NAWCJ

THE INTOXICATION DEFENSE UNDER STATE WORKERS’ COMPENSATION LAWS



By David B. Torrey, WCJ
Penna. Dep’t of Labor & Industry

The intoxication defense cases are, in my experience, among the most interesting that we workers’ compensation judges hear. It is in these cases, after all, where the injured worker’s behavior and alleged culpability become pivotal.  In most cases, we do not consider fault, but in the intoxication cases we will be looking into patterns of personal conduct, often illicit, which are usually not relevant.  In addition, many of the injuries can be serious, and even catastrophic, with many cases involving calamitous motor vehicle accidents and obvious violent traumas on the shop floor.  When such misfortunes occur and intoxicants are not involved, they rarely make it to court; when they are, the ghastly aftermath, and often grieving survivors, are front and center.

This summer, in preparing for a NAWCJ College panel, I researched the intoxication defense statutes and cases of all 50 states.  I will publish my findings and a commentary in a law review article slated for winter of 2021.

I became interested in the issue some years ago.  In my state, Pennsylvania, we added an intoxication defense for the first time as part of a 1993 reform.  The statute establishes an affirmative defense (likely the prevailing construct) but it is oddly worded; I wanted to see how other states formulated the defense and applied the same.

However, I have become especially interested because of the increasing number of cases before me where marijuana use was involved.  On a single day of hearings in the winter of 2017, three of the cases implicated marijuana use.  Notably, according to a 2020 study by Quest Diagnostics, use of marijuana is indeed on the rise.  Meanwhile, in my state, medical marijuana is now legal, at least under Pennsylvania law, and I sense (unfortunately, in my view), that recreational marijuana will soon be legal as well.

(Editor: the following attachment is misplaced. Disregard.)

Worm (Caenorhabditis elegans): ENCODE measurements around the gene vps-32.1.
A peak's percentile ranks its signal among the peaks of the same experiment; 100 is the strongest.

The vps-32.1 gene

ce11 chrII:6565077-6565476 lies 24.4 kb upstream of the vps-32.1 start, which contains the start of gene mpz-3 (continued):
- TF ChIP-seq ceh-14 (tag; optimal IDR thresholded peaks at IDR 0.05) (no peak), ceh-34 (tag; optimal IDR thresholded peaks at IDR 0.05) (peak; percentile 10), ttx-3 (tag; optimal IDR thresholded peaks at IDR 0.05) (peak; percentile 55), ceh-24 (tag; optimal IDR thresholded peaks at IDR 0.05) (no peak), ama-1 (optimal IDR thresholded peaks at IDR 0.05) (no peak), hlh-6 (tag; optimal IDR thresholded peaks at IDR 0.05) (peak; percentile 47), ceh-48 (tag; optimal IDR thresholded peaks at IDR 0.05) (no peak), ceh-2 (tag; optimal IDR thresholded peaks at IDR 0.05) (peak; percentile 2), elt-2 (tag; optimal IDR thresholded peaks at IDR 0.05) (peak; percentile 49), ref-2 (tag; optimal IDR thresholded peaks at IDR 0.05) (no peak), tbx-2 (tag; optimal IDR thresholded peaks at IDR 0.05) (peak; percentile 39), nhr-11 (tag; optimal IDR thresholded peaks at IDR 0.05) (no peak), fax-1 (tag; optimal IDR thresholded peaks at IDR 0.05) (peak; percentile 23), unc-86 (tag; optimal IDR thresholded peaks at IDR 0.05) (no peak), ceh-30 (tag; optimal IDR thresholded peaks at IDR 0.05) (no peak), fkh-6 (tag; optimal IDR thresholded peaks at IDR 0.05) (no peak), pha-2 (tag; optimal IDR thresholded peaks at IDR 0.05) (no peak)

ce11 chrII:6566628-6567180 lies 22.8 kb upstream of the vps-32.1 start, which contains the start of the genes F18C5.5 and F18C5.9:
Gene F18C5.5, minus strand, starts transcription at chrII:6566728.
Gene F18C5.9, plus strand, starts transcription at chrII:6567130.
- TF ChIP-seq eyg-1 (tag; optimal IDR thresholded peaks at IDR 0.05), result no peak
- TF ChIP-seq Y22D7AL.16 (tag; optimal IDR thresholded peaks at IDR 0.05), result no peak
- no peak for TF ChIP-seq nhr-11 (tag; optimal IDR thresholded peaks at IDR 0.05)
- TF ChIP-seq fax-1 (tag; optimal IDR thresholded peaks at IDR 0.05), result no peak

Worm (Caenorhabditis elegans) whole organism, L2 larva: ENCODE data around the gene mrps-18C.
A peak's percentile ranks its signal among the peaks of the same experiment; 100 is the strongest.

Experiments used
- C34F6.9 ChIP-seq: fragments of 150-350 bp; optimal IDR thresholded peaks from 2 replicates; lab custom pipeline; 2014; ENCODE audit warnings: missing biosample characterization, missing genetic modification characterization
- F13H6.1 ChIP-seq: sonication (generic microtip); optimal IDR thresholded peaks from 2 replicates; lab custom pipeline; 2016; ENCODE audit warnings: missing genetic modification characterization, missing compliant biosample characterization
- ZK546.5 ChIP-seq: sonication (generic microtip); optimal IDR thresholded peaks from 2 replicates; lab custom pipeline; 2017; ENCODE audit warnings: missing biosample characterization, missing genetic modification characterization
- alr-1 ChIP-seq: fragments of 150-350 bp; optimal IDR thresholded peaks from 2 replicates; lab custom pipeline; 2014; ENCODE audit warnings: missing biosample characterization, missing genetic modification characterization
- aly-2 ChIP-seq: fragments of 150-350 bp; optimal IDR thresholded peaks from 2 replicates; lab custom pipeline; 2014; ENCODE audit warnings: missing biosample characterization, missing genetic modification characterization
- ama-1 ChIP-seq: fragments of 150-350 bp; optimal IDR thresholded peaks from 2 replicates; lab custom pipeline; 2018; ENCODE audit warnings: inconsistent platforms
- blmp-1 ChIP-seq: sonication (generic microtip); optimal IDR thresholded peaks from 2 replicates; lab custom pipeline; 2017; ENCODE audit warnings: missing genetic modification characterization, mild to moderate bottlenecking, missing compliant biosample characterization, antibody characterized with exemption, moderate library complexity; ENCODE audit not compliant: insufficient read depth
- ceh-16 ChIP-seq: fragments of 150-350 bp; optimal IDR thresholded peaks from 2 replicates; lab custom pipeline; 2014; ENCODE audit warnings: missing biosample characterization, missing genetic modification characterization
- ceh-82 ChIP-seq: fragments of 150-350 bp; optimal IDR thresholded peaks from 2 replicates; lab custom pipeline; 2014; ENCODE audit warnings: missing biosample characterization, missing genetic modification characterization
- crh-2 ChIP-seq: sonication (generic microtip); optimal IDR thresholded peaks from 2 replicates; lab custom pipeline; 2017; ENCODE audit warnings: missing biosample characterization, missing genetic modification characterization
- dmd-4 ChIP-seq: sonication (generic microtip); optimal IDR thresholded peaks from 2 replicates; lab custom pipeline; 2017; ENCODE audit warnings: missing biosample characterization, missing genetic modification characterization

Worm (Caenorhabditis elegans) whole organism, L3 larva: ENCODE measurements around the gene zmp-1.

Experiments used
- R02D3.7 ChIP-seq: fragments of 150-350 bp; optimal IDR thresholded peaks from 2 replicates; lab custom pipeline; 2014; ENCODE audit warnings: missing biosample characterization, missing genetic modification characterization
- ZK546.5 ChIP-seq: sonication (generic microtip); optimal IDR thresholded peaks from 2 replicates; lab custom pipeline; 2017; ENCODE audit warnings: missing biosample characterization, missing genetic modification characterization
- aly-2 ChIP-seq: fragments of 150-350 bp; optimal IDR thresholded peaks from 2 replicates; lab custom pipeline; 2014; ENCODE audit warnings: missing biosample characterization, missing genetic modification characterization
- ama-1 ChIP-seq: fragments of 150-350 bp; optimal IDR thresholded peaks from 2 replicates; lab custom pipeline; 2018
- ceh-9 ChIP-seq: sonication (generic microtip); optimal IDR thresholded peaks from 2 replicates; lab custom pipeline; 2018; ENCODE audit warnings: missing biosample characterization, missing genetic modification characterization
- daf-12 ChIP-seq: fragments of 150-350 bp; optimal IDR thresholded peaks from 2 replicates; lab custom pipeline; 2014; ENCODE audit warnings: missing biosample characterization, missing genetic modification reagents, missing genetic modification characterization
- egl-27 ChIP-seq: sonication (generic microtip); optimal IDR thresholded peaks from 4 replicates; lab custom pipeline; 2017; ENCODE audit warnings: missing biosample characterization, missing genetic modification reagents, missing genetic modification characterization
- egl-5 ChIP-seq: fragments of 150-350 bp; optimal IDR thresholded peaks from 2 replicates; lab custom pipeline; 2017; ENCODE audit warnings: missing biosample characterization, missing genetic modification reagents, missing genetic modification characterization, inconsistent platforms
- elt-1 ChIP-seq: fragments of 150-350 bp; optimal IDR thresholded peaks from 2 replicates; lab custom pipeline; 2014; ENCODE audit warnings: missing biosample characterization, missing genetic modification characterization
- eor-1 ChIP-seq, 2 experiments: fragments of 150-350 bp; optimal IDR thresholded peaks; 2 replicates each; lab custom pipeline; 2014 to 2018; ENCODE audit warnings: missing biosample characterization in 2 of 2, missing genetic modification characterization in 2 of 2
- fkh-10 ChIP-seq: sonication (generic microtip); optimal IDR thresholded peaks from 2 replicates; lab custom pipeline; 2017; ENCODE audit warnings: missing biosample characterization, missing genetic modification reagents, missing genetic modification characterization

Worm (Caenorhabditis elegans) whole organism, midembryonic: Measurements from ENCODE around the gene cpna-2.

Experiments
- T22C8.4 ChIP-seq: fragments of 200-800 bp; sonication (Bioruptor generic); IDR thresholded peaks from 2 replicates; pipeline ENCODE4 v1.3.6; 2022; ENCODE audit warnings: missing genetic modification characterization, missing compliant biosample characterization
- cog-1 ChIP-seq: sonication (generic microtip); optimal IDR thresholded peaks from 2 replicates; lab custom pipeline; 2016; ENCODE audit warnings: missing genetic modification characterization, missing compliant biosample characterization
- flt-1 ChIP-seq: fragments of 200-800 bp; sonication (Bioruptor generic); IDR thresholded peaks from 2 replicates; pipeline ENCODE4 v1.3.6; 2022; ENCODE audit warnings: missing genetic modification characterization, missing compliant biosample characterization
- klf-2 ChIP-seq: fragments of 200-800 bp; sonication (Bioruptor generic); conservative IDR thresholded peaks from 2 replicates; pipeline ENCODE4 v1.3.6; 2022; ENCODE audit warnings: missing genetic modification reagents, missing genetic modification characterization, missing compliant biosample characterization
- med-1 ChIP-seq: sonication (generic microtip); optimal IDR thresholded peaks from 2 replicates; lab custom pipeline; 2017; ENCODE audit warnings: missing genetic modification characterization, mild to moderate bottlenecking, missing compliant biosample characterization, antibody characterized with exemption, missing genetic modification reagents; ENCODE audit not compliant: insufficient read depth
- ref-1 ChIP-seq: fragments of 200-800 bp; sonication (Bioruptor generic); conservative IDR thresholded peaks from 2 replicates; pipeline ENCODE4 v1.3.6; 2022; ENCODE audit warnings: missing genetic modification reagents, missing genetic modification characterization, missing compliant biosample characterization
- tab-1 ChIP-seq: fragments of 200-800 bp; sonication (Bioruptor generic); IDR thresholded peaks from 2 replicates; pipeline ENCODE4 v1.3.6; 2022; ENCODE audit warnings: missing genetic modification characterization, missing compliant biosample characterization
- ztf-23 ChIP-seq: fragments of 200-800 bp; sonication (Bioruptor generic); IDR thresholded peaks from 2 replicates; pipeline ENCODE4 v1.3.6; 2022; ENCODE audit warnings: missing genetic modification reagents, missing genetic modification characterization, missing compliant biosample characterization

In any event, what are the highlights of my research?

The statutes that establish the intoxication defense, though possessed of many of the same characteristics, still vary considerably among states.  A few jurisdictions, including Arizona, currently have no statutory defense.  (There’s a long story there.)  In a few others, no statute exists, but an employer may try to deny a claim on the grounds that the injury, sustained while the worker was intoxicated, reflected an abandonment of employment, or constituted willful misconduct.

The trend, however, ever since the enactment by Congress of the Drug-Free Workplace Act of 1988, is for states to add the intoxication defense to their laws (e.g., PA, 1993; IL, 2011), or to dramatically strengthen the defense through the creation of intoxication and intoxication-causation presumptions.

Most intoxication defense statutes direct that, when the defense is proven, claimant is subject to a complete forfeiture.  However, in some jurisdictions the claimant is subject only to a percentage decrease in disability benefits, and in a few the claimant forfeits disability benefits but medical treatment is still paid.  Meanwhile, many of the newer intoxication defense statutes reference not only intoxication but add specific reference to intoxicants like marijuana, cocaine, amphetamines, and methamphetamines.

I believe, as suggested above, that the prevailing rule is that the intoxication defense is an affirmative defense.  Thus, the employer must prove that, at the time of the injury, the claimant was intoxicated and that the intoxication caused the injury.  Years ago, it was common among states which maintained the defense that the employer was obliged to show that intoxication was the sole cause of the injury.  Now, however, with the tightening of laws, only a few states seem to insist on that heavy employer burden.  Most states, instead, oblige the employer to show only that intoxication was the, or a, proximate cause.